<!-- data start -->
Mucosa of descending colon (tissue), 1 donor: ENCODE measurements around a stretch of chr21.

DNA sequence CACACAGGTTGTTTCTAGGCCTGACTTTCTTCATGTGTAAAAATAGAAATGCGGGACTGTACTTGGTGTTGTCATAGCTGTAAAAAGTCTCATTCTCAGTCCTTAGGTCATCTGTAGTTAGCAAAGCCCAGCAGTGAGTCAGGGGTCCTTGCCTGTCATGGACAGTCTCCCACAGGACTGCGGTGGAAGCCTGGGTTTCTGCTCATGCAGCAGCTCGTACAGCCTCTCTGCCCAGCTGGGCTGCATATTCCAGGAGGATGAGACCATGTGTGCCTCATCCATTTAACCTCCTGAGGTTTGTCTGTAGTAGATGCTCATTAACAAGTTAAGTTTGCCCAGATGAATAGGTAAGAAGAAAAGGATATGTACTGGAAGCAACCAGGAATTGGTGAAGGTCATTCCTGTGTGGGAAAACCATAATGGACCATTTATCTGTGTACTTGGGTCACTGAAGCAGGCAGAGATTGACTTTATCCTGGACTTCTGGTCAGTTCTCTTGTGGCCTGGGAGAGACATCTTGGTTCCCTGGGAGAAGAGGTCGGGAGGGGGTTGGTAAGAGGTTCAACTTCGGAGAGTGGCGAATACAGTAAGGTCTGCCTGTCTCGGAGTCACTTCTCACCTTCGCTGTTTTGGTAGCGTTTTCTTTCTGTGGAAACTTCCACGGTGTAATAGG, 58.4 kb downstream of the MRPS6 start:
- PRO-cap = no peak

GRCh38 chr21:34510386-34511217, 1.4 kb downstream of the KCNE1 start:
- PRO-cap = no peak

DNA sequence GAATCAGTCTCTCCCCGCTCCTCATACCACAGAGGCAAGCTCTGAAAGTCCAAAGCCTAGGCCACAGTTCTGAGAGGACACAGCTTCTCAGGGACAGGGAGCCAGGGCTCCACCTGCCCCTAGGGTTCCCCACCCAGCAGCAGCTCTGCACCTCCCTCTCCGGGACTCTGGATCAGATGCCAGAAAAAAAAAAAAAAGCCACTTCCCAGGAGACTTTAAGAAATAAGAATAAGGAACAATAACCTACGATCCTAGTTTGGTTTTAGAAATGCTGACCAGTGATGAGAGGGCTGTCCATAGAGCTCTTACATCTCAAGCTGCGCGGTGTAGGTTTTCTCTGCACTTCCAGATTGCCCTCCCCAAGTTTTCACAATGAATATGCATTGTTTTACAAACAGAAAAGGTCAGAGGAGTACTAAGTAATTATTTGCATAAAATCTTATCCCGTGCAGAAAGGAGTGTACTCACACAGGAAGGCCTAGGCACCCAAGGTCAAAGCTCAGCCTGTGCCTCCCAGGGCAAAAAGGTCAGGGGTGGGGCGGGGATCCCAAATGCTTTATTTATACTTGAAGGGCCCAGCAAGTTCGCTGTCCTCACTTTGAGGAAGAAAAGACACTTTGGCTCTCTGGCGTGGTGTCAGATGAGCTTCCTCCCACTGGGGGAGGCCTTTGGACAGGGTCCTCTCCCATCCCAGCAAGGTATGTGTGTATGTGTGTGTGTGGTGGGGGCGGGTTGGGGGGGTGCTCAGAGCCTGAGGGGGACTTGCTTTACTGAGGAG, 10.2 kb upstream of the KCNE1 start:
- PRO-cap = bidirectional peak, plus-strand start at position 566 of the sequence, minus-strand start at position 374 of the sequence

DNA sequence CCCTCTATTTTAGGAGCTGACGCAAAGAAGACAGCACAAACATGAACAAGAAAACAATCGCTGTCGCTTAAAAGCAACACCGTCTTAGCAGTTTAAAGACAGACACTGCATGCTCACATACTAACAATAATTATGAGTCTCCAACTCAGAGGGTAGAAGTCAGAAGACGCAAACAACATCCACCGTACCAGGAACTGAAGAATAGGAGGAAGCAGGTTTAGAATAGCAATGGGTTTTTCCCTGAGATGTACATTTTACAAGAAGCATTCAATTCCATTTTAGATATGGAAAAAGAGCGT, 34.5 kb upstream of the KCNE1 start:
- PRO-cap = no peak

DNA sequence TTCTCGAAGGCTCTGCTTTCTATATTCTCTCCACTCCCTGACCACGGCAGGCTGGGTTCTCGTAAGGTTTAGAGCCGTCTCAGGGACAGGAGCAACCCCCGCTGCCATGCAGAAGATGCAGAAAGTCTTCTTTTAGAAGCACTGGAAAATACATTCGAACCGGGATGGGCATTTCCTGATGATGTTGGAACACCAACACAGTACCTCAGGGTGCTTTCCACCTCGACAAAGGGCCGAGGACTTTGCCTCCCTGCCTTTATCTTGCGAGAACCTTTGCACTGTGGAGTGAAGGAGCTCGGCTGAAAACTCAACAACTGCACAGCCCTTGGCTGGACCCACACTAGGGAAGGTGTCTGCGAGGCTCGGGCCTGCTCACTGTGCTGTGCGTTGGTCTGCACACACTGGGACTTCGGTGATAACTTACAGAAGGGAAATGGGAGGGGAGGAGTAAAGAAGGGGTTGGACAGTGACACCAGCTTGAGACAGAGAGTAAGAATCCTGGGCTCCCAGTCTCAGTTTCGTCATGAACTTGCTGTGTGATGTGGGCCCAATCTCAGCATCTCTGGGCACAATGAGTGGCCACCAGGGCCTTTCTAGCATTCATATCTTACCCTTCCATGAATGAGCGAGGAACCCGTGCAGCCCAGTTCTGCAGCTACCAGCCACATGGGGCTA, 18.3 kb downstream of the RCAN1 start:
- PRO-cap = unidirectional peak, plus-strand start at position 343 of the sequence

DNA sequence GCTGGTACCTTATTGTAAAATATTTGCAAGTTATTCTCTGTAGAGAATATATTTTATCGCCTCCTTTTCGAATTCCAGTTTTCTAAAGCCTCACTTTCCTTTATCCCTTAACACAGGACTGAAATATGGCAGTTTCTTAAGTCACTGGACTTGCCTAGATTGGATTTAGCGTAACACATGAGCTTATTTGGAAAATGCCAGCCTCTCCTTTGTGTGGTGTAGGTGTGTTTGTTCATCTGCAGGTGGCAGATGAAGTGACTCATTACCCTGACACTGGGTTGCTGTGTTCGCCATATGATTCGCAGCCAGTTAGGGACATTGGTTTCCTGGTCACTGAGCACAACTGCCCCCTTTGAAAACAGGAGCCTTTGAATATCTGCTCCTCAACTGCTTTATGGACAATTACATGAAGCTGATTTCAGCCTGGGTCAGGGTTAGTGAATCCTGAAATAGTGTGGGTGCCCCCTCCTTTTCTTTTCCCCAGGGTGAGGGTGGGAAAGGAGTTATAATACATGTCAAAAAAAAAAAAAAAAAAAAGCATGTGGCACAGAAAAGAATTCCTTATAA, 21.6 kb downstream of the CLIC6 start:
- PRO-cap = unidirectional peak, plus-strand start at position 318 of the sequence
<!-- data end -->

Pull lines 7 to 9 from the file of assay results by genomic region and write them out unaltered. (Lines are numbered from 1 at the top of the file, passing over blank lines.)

- PRO-cap = bidirectional peak, plus-strand start at position 566 of the sequence, minus-strand start at position 374 of the sequence

DNA sequence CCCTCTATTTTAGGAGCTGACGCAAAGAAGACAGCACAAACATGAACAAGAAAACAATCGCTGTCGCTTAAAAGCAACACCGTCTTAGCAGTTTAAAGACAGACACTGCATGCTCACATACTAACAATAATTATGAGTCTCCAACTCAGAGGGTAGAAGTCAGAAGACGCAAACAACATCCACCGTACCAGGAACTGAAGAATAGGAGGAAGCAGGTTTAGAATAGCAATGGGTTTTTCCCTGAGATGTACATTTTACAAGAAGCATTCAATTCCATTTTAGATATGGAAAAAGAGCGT, 34.5 kb upstream of the KCNE1 start:
- PRO-cap = no peak